November 2020 Online meetup of the NL-RSE Community. Logo Banner

Location

The call will be conducted with the ZOOM conferencing platform. Follow Joining the Meeting instructions.

Zoom link will be published soon.

Registration

The registration is free

Eventbrite registration page will be available soon!

Agenda

Time Responsible Type Subject
09:00 - 09:15     hello & coffee
09:15 - 09:20 Mateusz Kuzak   Welcome and purpose
09:20 - 09:25 Mateusz Kuzak   Agenda and ground rules
09:25 - 09:30 everyone   Introductions and announcements
09:30 - 11:00 Richard Zijdeman interactive session Grlc
11:00 - 11:15   break  
11:15 - 11:45 Meiert Grootes talk + demo Evidence
11:45 - 12:45 Jaap Blom talk + demo Annotation tools
12:45 - 12:50   discussion Parking Lot
12:50 - 12:55   discussion Evaluation

Abstracts

Grlc user meeting – how do you apply grlc, what could be better, what’s really bad?

grlc is a lightweight server that creates Web APIs to access Linked Data. SPARQL queries are transformed into API endpoints. API parameters can be mapped to query variables, adding flexibility to how the data is accessed.

Grlc has been successfully used in a number of projects, but it is far from perfect. In this session we would like to have a discussion with grlc users (and potential users) to discuss what are the current limitations and points of improvement.

The outcome of this session will be the grlc roadmap – a list of Github issues that the grlc developers (and potential contributors) can use to further develop grlc!

Digitization of text corpora has benefited humanities research by simplifying access and enabling the use of text analysis tools. However, the standard entry point used by current systems is keyword based search - an entry point incompatible with proven methods of scholarly close reading. Close reading is a key element in the pursuit of research questions focussing on complex or abstract concepts. In these situations keyword search based entry point often proves to be very restrictive, making it difficult, if not impossible, to formulate adequate search criteria and queries. Here we present a machine assisted close reading tool called Evidence. It provides an alternative, intuitive entry point into collections.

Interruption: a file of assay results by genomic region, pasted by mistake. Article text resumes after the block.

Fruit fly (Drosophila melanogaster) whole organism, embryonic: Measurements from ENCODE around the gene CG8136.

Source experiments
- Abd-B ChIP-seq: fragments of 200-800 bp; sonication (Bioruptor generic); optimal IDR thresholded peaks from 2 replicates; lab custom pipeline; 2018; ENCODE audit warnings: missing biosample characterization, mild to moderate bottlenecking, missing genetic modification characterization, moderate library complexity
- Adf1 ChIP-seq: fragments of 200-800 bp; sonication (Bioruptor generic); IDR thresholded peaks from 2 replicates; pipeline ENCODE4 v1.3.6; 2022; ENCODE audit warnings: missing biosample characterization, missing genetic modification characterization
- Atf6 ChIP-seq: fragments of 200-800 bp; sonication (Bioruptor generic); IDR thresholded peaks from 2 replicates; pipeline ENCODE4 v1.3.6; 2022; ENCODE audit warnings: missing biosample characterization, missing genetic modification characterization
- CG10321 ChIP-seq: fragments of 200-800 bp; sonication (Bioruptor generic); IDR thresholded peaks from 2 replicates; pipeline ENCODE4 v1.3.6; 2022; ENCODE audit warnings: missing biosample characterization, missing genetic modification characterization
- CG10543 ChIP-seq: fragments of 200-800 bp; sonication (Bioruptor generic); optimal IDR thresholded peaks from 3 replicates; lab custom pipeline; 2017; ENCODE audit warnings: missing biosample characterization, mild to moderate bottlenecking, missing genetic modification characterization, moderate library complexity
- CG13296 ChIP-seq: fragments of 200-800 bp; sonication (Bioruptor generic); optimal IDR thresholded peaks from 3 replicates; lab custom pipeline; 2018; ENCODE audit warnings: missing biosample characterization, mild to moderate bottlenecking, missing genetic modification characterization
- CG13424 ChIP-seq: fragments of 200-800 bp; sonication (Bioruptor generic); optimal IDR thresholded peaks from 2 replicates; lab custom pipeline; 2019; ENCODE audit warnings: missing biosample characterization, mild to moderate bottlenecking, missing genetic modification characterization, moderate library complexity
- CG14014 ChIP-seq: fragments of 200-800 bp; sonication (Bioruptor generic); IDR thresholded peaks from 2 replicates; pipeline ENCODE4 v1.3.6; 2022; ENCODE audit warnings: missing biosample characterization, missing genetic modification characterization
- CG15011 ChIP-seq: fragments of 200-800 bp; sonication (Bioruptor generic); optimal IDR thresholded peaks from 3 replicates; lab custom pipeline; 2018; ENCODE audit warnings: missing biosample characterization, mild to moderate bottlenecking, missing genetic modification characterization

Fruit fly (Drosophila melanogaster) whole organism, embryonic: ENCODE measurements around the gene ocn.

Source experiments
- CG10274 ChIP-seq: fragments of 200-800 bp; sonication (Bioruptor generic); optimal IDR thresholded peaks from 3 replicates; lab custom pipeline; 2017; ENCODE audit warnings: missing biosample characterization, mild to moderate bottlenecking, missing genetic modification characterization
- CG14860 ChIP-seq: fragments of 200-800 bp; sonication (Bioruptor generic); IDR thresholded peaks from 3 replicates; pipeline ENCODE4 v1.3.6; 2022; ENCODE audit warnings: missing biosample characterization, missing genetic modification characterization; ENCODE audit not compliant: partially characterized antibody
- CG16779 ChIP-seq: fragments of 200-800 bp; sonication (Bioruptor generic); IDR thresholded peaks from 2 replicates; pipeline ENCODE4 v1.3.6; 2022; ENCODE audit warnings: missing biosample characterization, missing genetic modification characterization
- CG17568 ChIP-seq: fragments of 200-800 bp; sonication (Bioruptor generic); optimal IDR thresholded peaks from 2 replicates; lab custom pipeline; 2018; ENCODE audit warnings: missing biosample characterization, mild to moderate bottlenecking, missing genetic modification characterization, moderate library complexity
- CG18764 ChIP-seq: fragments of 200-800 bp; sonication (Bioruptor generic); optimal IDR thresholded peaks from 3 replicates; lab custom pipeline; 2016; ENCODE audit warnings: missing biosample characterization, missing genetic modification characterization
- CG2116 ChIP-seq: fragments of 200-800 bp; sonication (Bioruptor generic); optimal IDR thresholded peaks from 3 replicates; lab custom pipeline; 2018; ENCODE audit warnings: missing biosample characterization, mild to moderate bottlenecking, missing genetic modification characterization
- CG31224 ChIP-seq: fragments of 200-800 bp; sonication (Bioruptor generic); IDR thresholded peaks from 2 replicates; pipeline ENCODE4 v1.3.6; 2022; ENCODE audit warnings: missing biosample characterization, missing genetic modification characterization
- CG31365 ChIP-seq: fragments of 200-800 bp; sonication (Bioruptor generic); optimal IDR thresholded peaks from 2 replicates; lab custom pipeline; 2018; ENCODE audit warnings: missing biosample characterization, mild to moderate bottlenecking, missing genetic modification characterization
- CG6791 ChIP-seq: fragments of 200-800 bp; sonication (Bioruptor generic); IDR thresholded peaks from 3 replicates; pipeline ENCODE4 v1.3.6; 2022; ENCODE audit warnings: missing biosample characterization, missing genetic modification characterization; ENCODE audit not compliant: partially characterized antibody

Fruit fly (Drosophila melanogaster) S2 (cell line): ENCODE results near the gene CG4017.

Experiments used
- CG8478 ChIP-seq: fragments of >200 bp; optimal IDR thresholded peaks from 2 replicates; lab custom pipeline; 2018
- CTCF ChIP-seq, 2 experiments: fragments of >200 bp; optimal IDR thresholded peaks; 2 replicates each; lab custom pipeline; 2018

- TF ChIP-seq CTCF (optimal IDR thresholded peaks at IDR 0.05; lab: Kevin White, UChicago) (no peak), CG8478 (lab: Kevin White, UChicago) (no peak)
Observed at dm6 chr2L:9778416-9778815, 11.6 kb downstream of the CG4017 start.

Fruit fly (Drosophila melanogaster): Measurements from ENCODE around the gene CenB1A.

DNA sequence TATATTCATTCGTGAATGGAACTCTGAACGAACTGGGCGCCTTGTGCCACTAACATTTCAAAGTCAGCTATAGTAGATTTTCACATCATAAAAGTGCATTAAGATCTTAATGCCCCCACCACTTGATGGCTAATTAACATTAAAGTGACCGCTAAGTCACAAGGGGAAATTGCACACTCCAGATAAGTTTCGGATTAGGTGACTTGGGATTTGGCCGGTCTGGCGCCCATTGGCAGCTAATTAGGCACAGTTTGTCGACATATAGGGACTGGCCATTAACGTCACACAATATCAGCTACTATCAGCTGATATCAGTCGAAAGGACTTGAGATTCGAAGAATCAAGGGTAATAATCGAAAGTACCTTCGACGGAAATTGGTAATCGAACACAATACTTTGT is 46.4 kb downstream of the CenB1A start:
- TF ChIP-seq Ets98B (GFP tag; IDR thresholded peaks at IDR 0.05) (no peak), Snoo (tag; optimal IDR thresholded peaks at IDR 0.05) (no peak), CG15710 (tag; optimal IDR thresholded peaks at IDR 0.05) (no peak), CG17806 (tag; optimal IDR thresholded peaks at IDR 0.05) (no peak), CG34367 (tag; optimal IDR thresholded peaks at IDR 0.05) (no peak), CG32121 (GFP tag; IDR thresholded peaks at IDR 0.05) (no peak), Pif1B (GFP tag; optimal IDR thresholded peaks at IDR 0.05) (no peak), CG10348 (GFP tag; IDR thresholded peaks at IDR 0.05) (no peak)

Evidence uses machine learning to extract a vector-space representation of the theme and content of all corpus elements. Using Evidence, users can query the corpus starting from elements embodying their research question. We call this concept-based querying. Additionally, Evidence allows classical word-based querying. This enables the user to search a large, digitised corpus with a focus on complex or abstract research questions. In this way Evidence assists the user’s close reading.

This presentation provides the audience with the relevant background and shows what Evidence is capable of.

Architecture and underlying principles of the CLARIAH Media Suite annotation tools

How open standards improve the publication & exchange of (your) annotation data.

The CLARIAH Media Suite serves media scholars and other (digital) humanities scholars by providing access to several (Dutch) audiovisual collections, such as television & radio programmes, films, newspapers and oral history interviews. The Media Suite annotation tools allow users to add and share personal annotations to specific audiovisual resources, for example over a determined area on an image or at a specific time in a video. This talk details about the architecture and underlying principles of the Media Suite annotation tools and how open standards improve the publication & exchange of (your) annotation data.

Call for Contributions

We are always looking for speakers and exciting topics, please contact the host Mateusz Kuzak if you would like to give a talk or are interested in learning about some specific topics.

Contact

If you have any questions, please contact the host Mateusz Kuzak